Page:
Tip 1 – Proper organisation in the refrigerator starts with unpacking food
As a rule, all fresh food – except those packed in a protective atmosphere – should be taken out of its packaging and placed in a suitable container. This is especially true for plastic packaging. Alternatively, food can be stored in glass containers or reusable containers.
Tip 2 – Cold zones and ideal temperatures in the refrigerator
No matter how many shelves a refrigerator has, the appliance can always be divided into three cold zones. The coldest zone is always at the bottom. The exceptions are special compartments in modern refrigerators or the classic vegetable drawer.
The average temperature in the refrigerator should be around four degrees Celsius. This corresponds to level two on the temperature regulator. During extended hot periods in the summer, level three can be used temporarily. The temperature difference between the bottom glass plate and the top shelf can sometimes equal five degrees. Storage in an unsuitable compartment can therefore have a major effect on the shelf life of lots of food.
Tip 3 – Correctly organising the refrigerator
A) 5°C to 8°C - Warm air also rises in the refrigerator:
Products that stay fresh at five to eight degrees can best be stored in the upper part of the refrigerator. For example: sauces, soups and jams.
B) 4°C to 5°C - Dairy products belong in the middle section:
At five degrees, the middle of the refrigerator is the ideal place to keep all kinds of dairy products.
For example: quark, yoghurt, cream, cheese and butter.
Tip: Opened milk containers keep for longer in this zone than on the door shelf.
C) 2°C to 3°C - The bottom glass plate is suitable for meat and sausages:
Depending on the temperature settings of the refrigerator, the temperature at the bottom glass plate is around two degrees. Quickly perishable food in particular should be kept cool.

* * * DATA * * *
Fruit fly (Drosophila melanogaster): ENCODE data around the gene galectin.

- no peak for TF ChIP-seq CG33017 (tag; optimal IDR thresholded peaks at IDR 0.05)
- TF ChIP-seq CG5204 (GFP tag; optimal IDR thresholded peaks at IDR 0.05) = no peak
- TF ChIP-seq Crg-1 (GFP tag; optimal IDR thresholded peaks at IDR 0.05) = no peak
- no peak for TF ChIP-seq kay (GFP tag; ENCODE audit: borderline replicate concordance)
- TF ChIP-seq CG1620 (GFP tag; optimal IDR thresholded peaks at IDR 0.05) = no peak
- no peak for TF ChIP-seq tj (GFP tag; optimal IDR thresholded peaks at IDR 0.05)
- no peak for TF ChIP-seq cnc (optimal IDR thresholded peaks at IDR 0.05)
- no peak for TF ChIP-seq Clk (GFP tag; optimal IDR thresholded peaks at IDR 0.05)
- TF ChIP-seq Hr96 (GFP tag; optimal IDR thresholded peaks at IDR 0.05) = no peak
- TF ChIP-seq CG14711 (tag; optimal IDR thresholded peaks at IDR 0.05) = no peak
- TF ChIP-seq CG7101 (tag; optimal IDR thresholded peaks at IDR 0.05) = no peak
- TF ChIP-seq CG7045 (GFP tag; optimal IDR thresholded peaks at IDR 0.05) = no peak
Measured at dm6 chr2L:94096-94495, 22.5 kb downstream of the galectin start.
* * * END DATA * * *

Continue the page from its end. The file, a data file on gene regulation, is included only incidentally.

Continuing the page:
For example: meat, sausages and fish.
D) 9°C to 12°C - Using the fruit and vegetable drawer correctly:
Fruit and vegetables stay fresh and crispy for longer at eight to ten degrees.
For example: root vegetables, salad, herbs, berries and cherries.
Good to know: Potatoes and tomatoes should not be kept in the refrigerator. They lose their flavour in the cold.
E) Organising the refrigerator door correctly:
The temperature at the refrigerator door works like the zones of the internal sections at the same height. In other words, the bottom is colder than the top.
For example: eggs, butter, chocolate, ketchup, sweet drinks and suitable food.
The temperature at door compartments that do not lie directly in the area of natural air circulation (for instance, at the top in front of the freezer) may reach up to 16°C. These compartments are therefore not suitable for storing easily perishable food.
Do not place the appliance next to heating or in direct sunlight. The door should only be opened briefly and carefully closed again. The temperature inside the appliance should not be set below +5°C and the freezer temperature not below -18°C.
From time to time, the inside of the refrigerator should be cleaned with mild soapy water and then dried to ensure hygienic food storage. Occasionally rubbing the inside of the refrigerator with diluted vinegar has the effect of binding odours.
Tip 4 - What does not belong in the refrigerator?
There is lots of fresh food that should not be kept in the refrigerator. The basic rule of thumb is to consider the origin. Is the food exotic and does it like warmth? Then the food has no place in the refrigerator. Above all, this goes for tomatoes, mangos and bananas. But cucumbers, apples and pears likewise do not agree with the cold temperatures and are best stored in a fruit bowl outside the refrigerator.
Tip 5 – How to prevent food waste?
Keeping the refrigerator organised is a great advantage. After all, food you can’t see is easily forgotten and eventually perishes.
It can be quite easy to maintain an overview. Jars or pots can be sorted from large to small, tubes can be stored together in a box and packaged food can be arranged by expiry date, for example. The basic principle is food with the shortest shelf life should be placed in front.